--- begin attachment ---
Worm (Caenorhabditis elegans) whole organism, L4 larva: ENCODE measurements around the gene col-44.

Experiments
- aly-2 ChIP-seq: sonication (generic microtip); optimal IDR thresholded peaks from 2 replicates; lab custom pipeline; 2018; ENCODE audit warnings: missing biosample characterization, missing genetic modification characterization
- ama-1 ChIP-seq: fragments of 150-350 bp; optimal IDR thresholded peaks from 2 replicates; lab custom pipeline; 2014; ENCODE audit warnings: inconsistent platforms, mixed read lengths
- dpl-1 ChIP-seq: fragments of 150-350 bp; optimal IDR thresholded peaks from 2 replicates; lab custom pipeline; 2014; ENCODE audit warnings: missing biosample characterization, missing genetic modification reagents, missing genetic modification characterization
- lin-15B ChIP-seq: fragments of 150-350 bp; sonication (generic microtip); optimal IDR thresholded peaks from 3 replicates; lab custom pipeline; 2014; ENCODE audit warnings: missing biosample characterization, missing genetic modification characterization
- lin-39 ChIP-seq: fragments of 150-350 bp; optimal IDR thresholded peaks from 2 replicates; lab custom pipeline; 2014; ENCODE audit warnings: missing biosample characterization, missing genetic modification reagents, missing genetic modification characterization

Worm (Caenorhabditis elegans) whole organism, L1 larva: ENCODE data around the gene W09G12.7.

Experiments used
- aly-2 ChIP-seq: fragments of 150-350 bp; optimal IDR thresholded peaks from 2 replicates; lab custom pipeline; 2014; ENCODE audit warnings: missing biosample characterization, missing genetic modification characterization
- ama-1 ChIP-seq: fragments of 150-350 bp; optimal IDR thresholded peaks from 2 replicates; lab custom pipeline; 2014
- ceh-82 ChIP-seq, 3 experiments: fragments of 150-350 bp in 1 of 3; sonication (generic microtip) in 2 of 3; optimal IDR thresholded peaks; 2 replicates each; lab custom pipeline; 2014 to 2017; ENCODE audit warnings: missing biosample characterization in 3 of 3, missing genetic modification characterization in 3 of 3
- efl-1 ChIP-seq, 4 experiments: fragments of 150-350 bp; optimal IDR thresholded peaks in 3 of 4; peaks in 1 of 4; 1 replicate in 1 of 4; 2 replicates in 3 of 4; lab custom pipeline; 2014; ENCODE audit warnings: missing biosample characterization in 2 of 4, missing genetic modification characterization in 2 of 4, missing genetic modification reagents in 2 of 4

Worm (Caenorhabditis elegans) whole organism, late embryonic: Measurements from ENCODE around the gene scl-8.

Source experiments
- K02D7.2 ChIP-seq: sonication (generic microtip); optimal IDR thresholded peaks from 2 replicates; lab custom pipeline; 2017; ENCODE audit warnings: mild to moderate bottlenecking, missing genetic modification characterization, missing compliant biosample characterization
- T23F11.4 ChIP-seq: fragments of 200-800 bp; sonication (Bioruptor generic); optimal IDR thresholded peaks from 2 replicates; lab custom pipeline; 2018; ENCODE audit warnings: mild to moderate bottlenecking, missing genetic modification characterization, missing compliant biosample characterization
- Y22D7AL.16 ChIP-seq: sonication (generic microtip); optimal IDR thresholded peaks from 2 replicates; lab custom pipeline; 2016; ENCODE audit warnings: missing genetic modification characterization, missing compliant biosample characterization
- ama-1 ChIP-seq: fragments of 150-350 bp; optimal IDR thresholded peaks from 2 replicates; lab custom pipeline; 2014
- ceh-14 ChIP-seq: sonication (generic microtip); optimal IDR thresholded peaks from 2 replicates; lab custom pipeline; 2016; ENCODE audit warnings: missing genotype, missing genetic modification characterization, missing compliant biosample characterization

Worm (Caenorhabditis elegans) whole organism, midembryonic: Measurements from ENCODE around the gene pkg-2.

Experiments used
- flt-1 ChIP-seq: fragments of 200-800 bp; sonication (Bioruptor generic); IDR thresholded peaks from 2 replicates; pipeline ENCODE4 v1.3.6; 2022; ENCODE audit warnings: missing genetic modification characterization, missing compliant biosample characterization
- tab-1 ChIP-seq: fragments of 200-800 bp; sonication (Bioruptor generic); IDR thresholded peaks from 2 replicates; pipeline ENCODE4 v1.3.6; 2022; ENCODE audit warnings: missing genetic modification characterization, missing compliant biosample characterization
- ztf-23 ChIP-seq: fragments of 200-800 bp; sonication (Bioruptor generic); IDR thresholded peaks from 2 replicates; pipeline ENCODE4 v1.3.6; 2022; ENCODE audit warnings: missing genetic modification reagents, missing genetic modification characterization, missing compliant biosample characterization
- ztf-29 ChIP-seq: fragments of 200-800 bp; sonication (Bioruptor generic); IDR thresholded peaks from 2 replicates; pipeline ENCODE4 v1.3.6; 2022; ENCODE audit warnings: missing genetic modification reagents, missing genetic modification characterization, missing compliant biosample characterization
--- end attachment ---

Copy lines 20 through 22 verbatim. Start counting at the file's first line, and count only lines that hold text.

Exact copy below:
- ceh-14 ChIP-seq: sonication (generic microtip); optimal IDR thresholded peaks from 2 replicates; lab custom pipeline; 2016; ENCODE audit warnings: missing genotype, missing genetic modification characterization, missing compliant biosample characterization

Worm (Caenorhabditis elegans) whole organism, midembryonic: Measurements from ENCODE around the gene pkg-2.

Experiments used